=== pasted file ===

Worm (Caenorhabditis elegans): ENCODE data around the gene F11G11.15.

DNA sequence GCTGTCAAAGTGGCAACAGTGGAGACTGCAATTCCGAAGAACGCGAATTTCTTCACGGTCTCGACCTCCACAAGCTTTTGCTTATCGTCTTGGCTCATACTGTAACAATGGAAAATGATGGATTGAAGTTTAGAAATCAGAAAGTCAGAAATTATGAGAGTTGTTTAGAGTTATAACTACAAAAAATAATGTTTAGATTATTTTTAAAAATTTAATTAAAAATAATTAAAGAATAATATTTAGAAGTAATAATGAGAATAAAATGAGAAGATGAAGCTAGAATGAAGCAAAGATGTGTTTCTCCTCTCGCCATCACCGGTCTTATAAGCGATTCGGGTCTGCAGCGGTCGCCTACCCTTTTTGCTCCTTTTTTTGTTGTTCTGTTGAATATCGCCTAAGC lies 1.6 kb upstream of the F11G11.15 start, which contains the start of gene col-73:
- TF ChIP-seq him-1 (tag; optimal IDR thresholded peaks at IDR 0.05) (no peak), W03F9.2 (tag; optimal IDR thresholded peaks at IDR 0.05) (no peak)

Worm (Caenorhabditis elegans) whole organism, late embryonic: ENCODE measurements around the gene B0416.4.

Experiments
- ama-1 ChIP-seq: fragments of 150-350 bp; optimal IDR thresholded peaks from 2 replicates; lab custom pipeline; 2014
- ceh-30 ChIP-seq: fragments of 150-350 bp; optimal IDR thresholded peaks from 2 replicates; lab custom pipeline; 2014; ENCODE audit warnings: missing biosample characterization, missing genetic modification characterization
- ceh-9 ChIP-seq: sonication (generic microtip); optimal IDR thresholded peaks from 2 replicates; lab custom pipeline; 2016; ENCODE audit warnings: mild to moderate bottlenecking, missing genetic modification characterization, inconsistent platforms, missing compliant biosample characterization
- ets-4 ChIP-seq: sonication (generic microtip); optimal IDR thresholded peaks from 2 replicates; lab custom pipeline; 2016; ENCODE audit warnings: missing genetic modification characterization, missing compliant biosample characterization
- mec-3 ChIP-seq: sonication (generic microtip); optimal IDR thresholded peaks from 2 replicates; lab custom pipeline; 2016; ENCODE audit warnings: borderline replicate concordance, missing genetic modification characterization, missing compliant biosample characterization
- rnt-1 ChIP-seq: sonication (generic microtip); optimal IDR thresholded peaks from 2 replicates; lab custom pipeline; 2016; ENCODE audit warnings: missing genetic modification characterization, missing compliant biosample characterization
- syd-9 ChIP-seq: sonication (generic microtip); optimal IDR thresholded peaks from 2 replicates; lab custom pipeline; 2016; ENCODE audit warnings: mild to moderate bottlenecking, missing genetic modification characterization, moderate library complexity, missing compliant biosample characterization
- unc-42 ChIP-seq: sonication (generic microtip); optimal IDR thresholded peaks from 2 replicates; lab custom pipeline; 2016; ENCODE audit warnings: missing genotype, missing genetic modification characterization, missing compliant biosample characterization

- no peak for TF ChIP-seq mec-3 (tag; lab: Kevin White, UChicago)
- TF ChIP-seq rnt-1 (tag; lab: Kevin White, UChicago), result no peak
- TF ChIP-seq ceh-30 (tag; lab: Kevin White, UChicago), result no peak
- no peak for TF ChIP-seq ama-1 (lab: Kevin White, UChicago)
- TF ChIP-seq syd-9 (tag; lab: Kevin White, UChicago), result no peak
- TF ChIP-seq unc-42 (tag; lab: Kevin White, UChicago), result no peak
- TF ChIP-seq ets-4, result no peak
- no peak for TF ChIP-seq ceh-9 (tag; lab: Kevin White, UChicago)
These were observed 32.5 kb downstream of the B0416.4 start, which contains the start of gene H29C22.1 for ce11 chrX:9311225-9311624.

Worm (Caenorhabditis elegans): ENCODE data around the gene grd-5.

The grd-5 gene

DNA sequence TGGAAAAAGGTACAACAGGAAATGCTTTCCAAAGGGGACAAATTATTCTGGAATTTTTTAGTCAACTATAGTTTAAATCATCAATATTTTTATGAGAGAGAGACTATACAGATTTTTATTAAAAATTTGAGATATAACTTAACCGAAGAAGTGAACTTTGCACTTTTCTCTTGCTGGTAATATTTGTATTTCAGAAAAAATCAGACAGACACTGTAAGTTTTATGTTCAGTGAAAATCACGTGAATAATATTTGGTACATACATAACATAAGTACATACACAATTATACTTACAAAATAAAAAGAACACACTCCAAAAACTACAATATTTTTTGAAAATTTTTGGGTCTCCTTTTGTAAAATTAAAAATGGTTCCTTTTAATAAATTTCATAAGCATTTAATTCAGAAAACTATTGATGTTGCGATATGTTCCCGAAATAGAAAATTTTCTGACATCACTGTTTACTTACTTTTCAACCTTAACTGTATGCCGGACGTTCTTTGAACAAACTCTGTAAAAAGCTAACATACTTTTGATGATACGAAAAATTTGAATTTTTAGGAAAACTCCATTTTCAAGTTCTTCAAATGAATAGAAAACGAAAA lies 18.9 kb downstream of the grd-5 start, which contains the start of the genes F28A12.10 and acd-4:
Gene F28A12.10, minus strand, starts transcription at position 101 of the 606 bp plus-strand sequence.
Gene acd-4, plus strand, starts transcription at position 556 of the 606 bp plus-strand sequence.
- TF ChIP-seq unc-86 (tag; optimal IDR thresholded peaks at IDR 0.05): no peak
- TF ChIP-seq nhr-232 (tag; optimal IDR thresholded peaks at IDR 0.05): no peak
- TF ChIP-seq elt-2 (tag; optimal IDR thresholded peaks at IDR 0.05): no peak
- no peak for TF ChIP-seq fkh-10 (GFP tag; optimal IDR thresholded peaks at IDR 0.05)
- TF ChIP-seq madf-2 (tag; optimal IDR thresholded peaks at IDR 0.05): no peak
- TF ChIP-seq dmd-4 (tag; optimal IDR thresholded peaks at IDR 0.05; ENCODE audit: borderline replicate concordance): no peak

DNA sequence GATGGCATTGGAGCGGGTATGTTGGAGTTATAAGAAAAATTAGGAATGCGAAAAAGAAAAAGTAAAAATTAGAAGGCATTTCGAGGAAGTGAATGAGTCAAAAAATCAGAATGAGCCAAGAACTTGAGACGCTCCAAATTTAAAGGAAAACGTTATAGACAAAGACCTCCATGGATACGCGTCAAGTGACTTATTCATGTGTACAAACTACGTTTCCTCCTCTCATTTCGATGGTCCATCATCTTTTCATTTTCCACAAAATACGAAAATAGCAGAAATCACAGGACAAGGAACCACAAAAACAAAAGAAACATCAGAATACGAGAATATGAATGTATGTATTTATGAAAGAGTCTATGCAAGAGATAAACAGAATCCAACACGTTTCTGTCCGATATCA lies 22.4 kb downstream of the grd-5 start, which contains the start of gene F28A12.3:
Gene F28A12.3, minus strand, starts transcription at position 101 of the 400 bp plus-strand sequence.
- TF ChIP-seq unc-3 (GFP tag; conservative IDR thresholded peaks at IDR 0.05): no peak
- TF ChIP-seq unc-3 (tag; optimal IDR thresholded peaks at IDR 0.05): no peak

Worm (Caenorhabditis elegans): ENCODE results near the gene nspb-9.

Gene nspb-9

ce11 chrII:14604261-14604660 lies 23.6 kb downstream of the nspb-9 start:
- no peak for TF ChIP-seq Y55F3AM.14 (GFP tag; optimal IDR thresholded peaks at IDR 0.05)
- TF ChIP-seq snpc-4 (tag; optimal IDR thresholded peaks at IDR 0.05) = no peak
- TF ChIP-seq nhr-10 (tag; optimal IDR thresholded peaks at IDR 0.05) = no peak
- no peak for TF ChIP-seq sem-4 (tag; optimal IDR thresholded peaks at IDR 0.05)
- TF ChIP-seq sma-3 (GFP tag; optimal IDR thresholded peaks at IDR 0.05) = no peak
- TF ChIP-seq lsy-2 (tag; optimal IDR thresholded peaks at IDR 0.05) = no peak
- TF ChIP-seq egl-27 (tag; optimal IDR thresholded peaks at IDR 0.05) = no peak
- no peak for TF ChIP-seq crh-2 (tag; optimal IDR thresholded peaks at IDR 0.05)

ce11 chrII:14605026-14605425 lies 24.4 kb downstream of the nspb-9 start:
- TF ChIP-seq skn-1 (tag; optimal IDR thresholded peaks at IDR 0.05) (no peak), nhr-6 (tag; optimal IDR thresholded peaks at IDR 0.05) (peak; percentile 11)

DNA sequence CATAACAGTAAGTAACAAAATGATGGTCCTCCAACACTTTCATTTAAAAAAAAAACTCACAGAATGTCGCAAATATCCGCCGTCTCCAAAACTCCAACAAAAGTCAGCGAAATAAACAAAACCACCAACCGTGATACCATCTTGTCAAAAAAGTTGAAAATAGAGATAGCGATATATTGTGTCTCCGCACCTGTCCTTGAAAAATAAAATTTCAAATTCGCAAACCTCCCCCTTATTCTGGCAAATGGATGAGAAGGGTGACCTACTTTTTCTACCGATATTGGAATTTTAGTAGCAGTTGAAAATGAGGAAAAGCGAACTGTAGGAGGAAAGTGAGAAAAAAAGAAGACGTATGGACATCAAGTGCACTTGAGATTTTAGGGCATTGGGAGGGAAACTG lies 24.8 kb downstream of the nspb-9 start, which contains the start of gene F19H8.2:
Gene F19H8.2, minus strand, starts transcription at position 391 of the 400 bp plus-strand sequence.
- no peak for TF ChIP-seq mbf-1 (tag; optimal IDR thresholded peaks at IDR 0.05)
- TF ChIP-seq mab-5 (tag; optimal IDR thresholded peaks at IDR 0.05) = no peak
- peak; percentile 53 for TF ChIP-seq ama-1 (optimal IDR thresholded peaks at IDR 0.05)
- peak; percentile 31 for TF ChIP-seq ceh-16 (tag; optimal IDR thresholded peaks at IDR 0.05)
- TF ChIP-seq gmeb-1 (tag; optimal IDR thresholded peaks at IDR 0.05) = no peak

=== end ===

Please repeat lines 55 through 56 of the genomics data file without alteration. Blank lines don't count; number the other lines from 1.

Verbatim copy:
- peak; percentile 53 for TF ChIP-seq ama-1 (optimal IDR thresholded peaks at IDR 0.05)
- peak; percentile 31 for TF ChIP-seq ceh-16 (tag; optimal IDR thresholded peaks at IDR 0.05)